Compliance with the upcoming, more stringent fuel efficiency standards could be a mixed bag for copper suppliers, however. Experts note that more copper is used in electric and hybrid vehicles, though other parts, such as auto wire housings, are being converted to aluminum in an effort to save both weight and cost.
Joe Mallak, president and chief executive officer of Hussey Copper Ltd., Leetsdale, Pa., points to a slight uptick in the use of red metals in electrical equipment and building and construction, especially as the East Coast rebuilds after Hurricane Sandy.
After bottoming out in 2008-09, new-home construction is finally gaining traction. The National Association of Home Builders is forecasting that after rising 25 percent in 2012, housing starts will increase another 22 percent in 2013 and 30 percent in 2014. That’s good news for the copper plumbing market, though it may heat up the competition with makers of plastic plumbing products. New homes also mean new sales of appliances and HVAC equipment that contain copper controls.
Demand for ammunition and ordnance also has grown, says John at Olin Brass. “Ordnance is unaffected by the economy because of the conflicts in the Middle East. Also, recreational use of firearms has increased.” The current debate over gun control legislation is prompting people to stock up on ammo now, in case Congress restricts purchases later.
Calls for improvements to the nation’s electrical infrastructure hold promise for greater sales of copper and brass strip, sheet and plate, Weed says, as well as bar and copper wire in electrical distribution equipment such as transformers and circuit breakers.
Some suppliers are making concerted efforts to expand their presence in growth markets such aerospace, energy and environmental. Concast, for one, is promoting a line of “green” products, though Little admits the market has been slow to accept these special alloys. “Even with the environmental and health concerns with lead, it is hard to get people to pay extra for this product,” he says.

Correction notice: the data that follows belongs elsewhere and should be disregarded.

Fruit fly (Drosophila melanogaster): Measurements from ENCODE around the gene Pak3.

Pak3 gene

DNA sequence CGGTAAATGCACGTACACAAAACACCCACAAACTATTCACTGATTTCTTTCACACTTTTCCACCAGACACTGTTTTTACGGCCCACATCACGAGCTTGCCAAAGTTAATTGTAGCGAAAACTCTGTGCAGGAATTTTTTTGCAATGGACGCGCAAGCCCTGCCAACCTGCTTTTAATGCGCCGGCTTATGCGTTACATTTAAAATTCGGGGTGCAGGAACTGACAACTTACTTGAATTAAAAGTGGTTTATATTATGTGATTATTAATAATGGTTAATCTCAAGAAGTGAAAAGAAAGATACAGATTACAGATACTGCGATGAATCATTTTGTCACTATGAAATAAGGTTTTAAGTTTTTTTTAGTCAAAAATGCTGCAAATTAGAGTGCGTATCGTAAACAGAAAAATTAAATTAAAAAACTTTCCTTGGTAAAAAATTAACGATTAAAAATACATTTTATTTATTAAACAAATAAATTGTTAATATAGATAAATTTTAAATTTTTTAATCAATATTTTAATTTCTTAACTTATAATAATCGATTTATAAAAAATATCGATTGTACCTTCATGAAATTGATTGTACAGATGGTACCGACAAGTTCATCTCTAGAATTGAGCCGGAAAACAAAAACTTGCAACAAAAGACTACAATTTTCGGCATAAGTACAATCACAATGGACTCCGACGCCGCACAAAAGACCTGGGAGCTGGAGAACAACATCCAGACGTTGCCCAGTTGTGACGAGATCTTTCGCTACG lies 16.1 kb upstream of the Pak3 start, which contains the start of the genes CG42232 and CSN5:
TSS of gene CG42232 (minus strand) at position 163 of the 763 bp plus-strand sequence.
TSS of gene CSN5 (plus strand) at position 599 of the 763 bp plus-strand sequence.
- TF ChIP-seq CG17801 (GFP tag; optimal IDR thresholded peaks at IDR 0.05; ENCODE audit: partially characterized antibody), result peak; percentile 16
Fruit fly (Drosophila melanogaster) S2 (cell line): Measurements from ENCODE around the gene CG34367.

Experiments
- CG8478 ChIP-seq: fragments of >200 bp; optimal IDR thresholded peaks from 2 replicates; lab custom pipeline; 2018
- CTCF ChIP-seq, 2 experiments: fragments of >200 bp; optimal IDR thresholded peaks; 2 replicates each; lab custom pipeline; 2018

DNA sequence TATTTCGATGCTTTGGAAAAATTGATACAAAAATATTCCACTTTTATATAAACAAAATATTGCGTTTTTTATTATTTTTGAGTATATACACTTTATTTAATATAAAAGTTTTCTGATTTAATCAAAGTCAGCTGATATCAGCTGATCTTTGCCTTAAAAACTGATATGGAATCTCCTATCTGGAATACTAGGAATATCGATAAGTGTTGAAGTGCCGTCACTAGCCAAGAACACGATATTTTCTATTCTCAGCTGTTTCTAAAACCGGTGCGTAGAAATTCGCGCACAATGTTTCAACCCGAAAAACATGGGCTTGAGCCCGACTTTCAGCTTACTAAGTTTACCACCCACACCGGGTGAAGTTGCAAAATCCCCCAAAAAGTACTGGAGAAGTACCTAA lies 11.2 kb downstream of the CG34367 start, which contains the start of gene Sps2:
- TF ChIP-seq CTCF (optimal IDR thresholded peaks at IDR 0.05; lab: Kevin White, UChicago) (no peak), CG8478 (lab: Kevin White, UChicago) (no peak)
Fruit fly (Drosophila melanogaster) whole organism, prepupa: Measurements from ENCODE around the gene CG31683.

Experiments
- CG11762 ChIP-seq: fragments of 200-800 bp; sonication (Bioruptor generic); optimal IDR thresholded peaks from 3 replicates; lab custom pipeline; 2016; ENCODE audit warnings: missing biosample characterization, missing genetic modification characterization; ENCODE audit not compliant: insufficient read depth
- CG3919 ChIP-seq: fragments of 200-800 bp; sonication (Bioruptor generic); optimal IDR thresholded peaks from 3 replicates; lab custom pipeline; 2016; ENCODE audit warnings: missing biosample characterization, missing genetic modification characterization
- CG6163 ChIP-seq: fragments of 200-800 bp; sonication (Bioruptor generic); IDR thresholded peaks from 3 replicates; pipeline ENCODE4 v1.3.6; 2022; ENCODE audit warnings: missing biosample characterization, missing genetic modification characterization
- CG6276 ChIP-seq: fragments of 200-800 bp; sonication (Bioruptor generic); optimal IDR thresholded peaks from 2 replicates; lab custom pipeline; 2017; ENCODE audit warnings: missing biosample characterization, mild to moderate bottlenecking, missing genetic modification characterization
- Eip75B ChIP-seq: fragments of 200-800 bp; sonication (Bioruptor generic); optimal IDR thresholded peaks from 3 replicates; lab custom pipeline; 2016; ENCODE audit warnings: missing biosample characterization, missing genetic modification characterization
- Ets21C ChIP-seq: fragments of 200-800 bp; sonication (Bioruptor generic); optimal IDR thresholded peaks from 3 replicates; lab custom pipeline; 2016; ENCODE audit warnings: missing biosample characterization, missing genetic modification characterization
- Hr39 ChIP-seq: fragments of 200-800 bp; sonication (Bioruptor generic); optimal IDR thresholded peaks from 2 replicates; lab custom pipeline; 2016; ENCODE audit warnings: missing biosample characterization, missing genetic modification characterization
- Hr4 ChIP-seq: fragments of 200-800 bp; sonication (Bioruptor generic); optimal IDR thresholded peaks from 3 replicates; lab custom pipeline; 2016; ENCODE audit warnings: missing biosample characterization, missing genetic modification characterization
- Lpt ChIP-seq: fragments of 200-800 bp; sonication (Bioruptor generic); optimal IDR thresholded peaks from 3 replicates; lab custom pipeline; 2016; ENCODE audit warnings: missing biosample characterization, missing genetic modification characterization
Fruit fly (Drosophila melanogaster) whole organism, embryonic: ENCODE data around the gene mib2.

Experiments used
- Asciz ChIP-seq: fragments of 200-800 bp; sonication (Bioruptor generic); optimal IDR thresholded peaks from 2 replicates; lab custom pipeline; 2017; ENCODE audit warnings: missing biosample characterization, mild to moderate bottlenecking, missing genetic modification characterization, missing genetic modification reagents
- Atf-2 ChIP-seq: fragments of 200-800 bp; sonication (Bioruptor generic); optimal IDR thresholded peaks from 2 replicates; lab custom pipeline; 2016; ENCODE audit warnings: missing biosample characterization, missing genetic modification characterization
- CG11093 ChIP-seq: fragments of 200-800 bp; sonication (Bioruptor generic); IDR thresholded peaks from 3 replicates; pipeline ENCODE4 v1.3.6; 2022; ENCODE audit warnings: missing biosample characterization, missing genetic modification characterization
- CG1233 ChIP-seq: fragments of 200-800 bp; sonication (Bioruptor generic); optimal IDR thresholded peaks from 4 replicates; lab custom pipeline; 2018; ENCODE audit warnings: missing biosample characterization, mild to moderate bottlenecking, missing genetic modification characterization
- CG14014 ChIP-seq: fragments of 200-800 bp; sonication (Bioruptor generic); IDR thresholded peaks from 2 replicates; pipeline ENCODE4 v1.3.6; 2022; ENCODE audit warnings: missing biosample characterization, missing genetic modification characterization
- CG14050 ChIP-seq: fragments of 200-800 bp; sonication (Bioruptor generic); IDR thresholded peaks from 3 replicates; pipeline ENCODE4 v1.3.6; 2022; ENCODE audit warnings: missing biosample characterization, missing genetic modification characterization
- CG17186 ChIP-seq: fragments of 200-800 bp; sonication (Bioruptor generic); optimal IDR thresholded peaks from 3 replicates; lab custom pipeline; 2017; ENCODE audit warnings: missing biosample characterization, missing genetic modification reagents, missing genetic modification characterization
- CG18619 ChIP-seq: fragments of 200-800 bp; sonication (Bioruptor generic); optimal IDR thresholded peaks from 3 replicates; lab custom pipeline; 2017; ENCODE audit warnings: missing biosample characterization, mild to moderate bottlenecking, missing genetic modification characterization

Should Congress allow the sequestration cuts to kick in March 1, it could hurt spending on such big ticket defense items as jets and jet engines, Weed says. “My bigger concern, however, is what will happen to the general economy if the sequestration cuts go through. Copper and copper alloy performance in 2013 and 2014 will be more tied to the general economy than any decision the government makes on specific budgetary items.”
Uncertainties about the future have resulted in a prolonged red metal inventory destocking cycle, says Mothersole at IHS Global Insight. If the economy continues to recover, there could be strong restocking. If the recovery is muted, restocking will be modest, as well.
With mill lead times as short as four weeks, and depot stocks largely available, there isn’t a lot motivating service centers to stock up right now, says John D.
McMurray IV, vice president of McMurray Metals Co. Inc, Dallas.
Distributors are taking care to make sure they have enough product on their shelves to meet customers’ needs, says Bob Farmer, co-president of Farmers Copper Ltd., Galveston, Texas. This is especially true now that it appears the market is returning to a more normal pace following the slowdown late last year. “We are starting to restock more quantities across the board to ensure that we have the right mix of products available for immediate shipment,” he says.
Relatively stable prices also have helped take some of the risk out of buying. While still bouncing around a bit, copper on the LME has been trading in a relatively tight price range, Mothersole says—very different from a few years ago. Copper prices went from below $7,000 per metric ton in 2010 to a record $10,000 per ton in early 2011, before falling back to $7,000 per ton later that year. In comparison, copper is now trading between $7,800 and $8,200 per metric ton.
“2013 will be an interesting year for the copper market,” Mothersole predicts. “We will see steady improvement in demand volumes, but that improvement will not be spectacular.”